Shadowserver Foundation researchers have discovered more than 380,000 open Kubernetes API servers offered on the Internet. This represents 84% of all global Kubernetes API instances that can be observed online.
The search was performed across the IPv4 infrastructure using HTTP GET requests. The researchers didn’t do any intrusive checks to see exactly what level of exposure the servers showed, but the results indicate a potential problem across this landscape.
According to the Shadowserver report, “While this does not mean that these instances are completely open or vulnerable to attack, it is possible that this level of access was not intended, and these instances are an unnecessarily exposed attack surface.” “It also allows information to be leaked on version and builds.”
The densest collection of exposed API servers is found in the US, with about 201,348 such open API instances detected. This represents 53% of all open servers out there.
This report is further evidence in a growing body of research on API security that shows that many organizations are unwilling to protect against, respond to, or even learn about potential API attacks.
Data breaches via API incidents
According to the recent “API Security Status 2022” report from Salt Security, approximately 34% of organizations do not have an API security strategy in place, and another 27% say they have only a basic strategy that includes minimal manual checking and reviews of the API security status and no controls or manage them. Another study, from 451 Research on behalf of Noname Security, found that 41% of organizations had an API security incident in the past 12 months. Of those, 63% were implicated in a data breach or data loss.
The scope of the potential API attack surface in modern applications and cloud infrastructure is huge. According to a 451 Research study, on average large organizations have more than 25,000 APIs connected or running within their infrastructure. The number is set to continue to grow, and in a recent Gartner Predicts 2022 document, analysts say they believe less than 50% of enterprise APIs will be managed three years from now “as explosive growth in APIs is outpacing the capabilities of enterprise management tools.” application programming interface.”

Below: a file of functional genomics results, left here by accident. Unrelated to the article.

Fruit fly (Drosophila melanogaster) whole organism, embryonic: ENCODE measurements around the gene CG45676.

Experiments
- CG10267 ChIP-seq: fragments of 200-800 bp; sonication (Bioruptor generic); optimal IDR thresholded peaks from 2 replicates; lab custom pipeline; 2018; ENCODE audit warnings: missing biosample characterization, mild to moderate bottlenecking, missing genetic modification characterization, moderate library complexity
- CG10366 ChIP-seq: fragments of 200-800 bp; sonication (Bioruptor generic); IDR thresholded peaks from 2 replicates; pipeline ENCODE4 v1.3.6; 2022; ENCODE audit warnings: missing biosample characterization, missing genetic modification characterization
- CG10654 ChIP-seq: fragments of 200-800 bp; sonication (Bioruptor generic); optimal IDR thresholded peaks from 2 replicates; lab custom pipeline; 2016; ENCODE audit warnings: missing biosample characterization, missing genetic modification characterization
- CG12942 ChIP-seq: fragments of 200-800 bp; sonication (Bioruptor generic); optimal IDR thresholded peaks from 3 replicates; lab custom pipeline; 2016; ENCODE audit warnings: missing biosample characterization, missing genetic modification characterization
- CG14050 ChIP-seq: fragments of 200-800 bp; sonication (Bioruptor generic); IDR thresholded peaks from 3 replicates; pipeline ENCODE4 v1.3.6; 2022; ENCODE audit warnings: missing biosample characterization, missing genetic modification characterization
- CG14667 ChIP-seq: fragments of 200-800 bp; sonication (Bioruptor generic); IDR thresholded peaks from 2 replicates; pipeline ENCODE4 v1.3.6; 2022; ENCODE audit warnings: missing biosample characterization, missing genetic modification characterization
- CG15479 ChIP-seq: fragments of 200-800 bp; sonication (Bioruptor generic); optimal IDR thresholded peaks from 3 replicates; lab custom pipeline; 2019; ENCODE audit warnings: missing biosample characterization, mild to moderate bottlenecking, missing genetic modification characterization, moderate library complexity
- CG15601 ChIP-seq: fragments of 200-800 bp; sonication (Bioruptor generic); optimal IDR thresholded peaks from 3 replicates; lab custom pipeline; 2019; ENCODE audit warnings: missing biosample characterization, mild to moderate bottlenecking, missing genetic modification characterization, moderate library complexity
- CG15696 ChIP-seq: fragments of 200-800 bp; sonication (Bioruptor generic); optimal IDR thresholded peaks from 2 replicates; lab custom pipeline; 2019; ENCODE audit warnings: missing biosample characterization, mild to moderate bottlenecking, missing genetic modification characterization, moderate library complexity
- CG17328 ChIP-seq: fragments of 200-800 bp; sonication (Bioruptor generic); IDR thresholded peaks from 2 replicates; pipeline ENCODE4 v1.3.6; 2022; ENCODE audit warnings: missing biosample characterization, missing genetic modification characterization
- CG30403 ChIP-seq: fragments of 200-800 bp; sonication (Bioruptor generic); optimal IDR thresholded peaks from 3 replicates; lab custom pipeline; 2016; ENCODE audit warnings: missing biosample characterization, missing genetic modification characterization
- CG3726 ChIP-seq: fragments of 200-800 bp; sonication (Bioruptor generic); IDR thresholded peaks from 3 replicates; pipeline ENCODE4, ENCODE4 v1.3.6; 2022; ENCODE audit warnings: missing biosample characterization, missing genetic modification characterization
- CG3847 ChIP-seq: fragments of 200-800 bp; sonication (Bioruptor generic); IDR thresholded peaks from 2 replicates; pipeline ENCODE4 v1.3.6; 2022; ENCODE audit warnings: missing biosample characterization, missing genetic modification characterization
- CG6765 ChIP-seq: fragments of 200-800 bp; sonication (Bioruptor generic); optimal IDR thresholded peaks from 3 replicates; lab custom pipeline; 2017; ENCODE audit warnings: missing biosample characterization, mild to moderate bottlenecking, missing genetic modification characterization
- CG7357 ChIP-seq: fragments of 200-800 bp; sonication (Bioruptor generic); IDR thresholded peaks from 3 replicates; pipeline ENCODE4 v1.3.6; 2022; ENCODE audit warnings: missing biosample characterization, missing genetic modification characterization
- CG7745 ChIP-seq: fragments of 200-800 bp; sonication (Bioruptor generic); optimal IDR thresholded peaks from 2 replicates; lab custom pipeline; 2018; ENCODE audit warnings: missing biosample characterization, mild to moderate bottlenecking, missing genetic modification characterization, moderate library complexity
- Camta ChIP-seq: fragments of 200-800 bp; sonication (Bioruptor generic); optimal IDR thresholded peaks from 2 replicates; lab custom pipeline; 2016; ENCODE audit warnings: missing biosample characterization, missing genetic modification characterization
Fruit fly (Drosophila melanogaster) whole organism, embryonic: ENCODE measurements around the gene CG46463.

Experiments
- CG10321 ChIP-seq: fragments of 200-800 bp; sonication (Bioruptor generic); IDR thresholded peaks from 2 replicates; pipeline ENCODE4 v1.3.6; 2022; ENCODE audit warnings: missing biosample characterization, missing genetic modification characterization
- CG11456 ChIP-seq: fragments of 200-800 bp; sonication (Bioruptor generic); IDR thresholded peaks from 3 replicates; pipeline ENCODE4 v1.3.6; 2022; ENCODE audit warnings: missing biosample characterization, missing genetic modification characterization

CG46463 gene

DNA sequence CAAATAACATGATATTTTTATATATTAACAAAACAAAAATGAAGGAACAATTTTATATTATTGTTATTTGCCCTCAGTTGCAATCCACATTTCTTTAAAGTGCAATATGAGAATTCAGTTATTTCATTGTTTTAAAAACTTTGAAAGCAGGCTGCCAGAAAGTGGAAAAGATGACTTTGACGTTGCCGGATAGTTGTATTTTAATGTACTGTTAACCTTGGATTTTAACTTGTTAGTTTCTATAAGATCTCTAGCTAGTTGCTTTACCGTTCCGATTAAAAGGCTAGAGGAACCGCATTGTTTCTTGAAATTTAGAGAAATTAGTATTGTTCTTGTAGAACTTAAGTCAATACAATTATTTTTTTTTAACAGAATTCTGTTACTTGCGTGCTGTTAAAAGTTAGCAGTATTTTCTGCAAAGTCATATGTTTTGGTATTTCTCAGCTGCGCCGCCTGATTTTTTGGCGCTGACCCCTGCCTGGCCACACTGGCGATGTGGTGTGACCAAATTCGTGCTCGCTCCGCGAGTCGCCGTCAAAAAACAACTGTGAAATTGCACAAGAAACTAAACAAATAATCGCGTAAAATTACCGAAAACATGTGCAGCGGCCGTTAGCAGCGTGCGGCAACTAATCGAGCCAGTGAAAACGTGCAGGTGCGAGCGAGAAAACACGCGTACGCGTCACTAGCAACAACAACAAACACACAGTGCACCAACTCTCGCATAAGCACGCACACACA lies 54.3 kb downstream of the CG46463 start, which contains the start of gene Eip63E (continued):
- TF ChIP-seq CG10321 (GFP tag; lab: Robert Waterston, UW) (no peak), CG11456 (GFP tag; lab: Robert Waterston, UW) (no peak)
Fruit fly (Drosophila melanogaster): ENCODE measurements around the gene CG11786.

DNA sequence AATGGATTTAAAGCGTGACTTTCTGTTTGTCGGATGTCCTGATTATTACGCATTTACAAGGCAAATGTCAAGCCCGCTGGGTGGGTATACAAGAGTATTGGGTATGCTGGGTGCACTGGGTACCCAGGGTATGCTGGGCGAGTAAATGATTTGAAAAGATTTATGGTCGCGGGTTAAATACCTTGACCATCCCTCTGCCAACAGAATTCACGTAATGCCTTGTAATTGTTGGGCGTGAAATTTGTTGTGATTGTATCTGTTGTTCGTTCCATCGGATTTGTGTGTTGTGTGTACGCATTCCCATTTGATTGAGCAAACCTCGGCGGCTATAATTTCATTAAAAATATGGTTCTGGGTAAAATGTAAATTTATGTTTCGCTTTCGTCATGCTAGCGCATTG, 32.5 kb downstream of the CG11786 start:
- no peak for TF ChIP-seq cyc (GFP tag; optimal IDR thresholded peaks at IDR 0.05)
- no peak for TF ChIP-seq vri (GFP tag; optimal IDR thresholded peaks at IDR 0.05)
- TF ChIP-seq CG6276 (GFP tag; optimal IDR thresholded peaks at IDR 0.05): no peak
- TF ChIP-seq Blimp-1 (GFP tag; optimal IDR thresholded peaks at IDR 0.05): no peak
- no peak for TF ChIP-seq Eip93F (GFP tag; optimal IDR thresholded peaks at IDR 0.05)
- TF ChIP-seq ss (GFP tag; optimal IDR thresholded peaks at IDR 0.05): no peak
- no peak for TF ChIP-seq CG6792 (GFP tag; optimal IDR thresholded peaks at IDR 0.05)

The Kubernetes exposure that Shadowserver found is evidence of a particularly acute problem in cloud security today. APIs are often one of the weakest links in managing cloud infrastructure because they are usually at the heart of the level of control that deals with configuring cloud infrastructures and applications.
“All cloud penetrations follow the same pattern: leveling the control plane. The control plane is the surface of the API that configures and operates the cloud. APIs are the primary driver of cloud computing; think of them as “software intermediaries” that allow different applications to interact with each other,” Josh Stella, Snyk’s chief architect and founder of Fugue, recently acquired by Snyk, explains. “An API control plane is a set of APIs used to configure and operate the cloud. Unfortunately, the security industry is still left behind by hackers because many vendor solutions do not protect their customers from attacks targeting the cloud control plane.”
In the Predicts article, Gartner analysts agree that newly created APIs that move in the landscape are integral to the emerging cloud and application architectures that are at the heart of the modern continuous delivery model for application development.
“This situation is similar to the early days of Infrastructure-as-a-Service (IaaS) deployment, where the use of the Ungoverned API is increasing. As architecture and operational technologies continue to mature, security controls attempt to apply old paradigms to new problems,” according to Gartner. “These controls could be a temporary solution, but it will take a long time for the security controls and practices to catch up with the new architecture paradigm.”